2021 U.S. OLYMPIC SWIMMING TRIALS
- Wave I Dates: June 4-7, 2021
- Wave II Dates: June 13-20, 2021
- Prelims: 10am CDT | Finals: 7pm CDT
- Where: CHI Health Center / Omaha, Nebraska
- 2021 U.S. Olympic Trials Qualifying Cuts
- LCM (50m)
- Wave I & II Event Order
WOMEN’S 1500 FREESTYLE
- World Record: Katie Ledecky (USA) – 15:20.48 (2018)
- American Record: Katie Ledecky – 15:20.48 (2018)
- US Open Record: Katie Ledecky (USA) – 15:20.48 (2018)
- World Junior Record: Katie Ledecky (USA) – 15:28.36 (2014)
- 2016 Olympic Champion: N/A (not previously contested at the Olympic Games)
- 2016 US Olympic Trials Champion: N/A (not previously contested at the Olympic Games)
- Wave I Cut: 16:49.19
- Wave II Cut: 16:44.60
This year marks the first edition of the Olympic Games that will feature the women’s 1500 free, therefore, this will also be the first time the event is swum at the U.S. Olympic Trials. Of course, when discussing women’s freestyle events, once you go over 100m, Katie Ledecky is there to be reckoned with. And the greater the distance, the greater the margin between Ledecky and everyone else. That being said, Ledecky, who is the World Record holder and has been 18 seconds faster than anyone else in the history of the sport in the 1500 free, is certainly the favorite heading into U.S. Trials.
U.S. Women’s Long Course 1500 Free Rankings (11/28/2018 – 5/30/2021)
- Katie Ledecky – 15:29.51 (2019)
- Ashley Twichell – 15:54.29 (2019)
- Erica Sullivan – 15:55.25 (2021)
- Ally McHugh – 15:59.54 (2020)
- Emma Nordin – 16:01.37 (2019)
- Sierra Schmidt – 16:06.85 (2019)
- Kensey McMahon – 16:09.80 (2021)
- Hannah Moore – 16:10.92 (2019)
Ledecky has been simply untouchable in this event. She holds the 10 fastest times in history in the event, and 15 of the 25 fastest. Additionally, the currently active swimmer anywhere in the world who has the next-fastest lifetime best behind Ledecky is Italy’s Simona Quadarella, whose lifetime best is still 20 seconds off Ledecky’s. Speaking strictly on American swimmers, Ashley Twichell is the next-fastest in terms of lifetime bests, and her best is 34 seconds off Ledecky’s.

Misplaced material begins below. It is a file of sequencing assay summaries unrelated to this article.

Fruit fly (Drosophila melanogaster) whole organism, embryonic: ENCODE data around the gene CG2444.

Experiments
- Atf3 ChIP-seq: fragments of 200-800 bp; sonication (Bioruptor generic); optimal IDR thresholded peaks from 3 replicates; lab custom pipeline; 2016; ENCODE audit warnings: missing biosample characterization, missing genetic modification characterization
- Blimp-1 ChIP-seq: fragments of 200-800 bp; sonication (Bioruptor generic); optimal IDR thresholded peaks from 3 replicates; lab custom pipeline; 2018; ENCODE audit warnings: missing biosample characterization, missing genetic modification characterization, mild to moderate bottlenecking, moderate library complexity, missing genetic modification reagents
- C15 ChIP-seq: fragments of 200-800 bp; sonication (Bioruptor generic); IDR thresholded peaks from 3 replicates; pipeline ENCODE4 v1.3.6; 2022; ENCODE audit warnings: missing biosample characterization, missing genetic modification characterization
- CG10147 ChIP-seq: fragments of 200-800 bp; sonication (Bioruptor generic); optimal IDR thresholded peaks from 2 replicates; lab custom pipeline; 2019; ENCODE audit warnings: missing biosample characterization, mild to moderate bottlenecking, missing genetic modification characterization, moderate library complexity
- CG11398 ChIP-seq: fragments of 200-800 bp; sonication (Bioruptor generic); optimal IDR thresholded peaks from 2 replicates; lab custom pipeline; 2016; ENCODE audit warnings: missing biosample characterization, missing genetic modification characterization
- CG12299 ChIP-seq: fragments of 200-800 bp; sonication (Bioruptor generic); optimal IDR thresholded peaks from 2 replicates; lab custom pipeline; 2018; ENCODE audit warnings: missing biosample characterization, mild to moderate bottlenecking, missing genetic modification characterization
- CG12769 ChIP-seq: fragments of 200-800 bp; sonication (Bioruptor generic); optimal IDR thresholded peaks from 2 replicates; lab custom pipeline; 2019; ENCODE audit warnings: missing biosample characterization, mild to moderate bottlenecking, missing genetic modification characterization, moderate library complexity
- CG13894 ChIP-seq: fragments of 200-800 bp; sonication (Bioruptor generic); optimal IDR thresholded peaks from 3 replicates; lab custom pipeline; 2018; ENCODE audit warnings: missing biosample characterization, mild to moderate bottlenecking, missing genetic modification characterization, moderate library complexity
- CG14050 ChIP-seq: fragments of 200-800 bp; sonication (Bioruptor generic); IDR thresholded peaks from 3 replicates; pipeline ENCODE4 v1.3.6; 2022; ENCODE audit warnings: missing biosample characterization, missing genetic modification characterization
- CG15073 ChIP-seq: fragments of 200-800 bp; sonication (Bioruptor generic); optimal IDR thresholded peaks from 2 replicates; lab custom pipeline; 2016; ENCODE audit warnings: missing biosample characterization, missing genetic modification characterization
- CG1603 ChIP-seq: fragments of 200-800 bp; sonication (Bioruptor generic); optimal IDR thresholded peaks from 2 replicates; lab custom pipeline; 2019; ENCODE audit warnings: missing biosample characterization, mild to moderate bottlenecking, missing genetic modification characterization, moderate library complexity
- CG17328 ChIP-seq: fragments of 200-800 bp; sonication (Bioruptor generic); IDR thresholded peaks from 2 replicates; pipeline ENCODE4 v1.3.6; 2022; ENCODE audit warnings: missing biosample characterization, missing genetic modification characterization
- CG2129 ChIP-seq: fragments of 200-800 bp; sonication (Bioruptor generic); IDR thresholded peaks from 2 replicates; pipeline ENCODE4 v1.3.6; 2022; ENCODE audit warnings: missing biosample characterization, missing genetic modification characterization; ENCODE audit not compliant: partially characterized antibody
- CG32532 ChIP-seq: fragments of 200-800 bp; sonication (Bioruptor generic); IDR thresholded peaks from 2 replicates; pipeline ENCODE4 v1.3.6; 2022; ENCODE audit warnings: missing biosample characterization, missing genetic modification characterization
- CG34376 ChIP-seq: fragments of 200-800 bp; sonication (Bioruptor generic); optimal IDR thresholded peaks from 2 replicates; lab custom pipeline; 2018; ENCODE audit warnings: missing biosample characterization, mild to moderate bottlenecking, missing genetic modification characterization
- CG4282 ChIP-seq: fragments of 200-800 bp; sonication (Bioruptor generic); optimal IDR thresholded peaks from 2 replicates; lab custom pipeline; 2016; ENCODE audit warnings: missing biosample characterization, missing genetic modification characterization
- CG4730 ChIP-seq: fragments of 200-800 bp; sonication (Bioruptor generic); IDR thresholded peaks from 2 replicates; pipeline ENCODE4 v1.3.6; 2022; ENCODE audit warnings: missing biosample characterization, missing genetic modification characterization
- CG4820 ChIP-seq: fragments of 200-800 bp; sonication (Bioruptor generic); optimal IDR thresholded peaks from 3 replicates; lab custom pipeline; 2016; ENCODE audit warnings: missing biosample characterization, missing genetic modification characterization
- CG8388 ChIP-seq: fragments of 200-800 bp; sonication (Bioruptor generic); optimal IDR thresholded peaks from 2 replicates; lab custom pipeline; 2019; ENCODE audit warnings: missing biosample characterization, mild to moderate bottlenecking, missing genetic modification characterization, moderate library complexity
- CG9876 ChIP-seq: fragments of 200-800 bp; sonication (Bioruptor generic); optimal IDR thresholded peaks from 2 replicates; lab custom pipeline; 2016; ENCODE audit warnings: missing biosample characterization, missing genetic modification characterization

Ledecky currently ranks 1st in the world this year, despite her best from this year being a full 20 seconds off her lifetime best from 2018:
2020-2021 LCM WOMEN 1500 FREE
|USA||15:40.55||04/11||2021 PRO SWIM SERIES – MISSION VIEJO
MISSION VIEJO, CA
|CHN||15:45.59||09/27||2020 CHINESE SWIMMING CHAMPIONSHIPS
|GER||15:52.20||04/16||2021 GERMAN OLYMPIC TRIALS – BERLIN
|CHN||15:52.31||01/02||2020 CHINESE LONG COURSE INVITATIONAL
SHIJIAZHUANG CITY, CHN
|RUS||15:53.18||12/12||2020 FRENCH ELITE CHAMPIONSHIPS
Ledecky is the 2-time defending Olympic Gold medalist in the women’s 800 free, and is likely well on her way to winning the first women’s 1500 free Olympic Gold ever. It would be truly shocking if Ledecky doesn’t win this race at Trials. Heck, it would be shocking if she doesn’t win the race by a huge margin.
All that being said, there’s a profoundly interesting battle brewing for 2nd place in the 1500, consisting of a number of swimmers who could plausibly grab the #2 slot and punch their ticket to Tokyo.
U.S. Women’s Long Course 1500 Free Rankings (9/1/2020 – 5/13/2021)
- Katie Ledecky – 15:40.55
- Ally McHugh – 15:59.54
- Emma Nordin – 16:01.37
- Ashley Twichell – 16:04.29
- Erica Sullivan – 16:04.37
- Sierra Schmidt – 16:06.85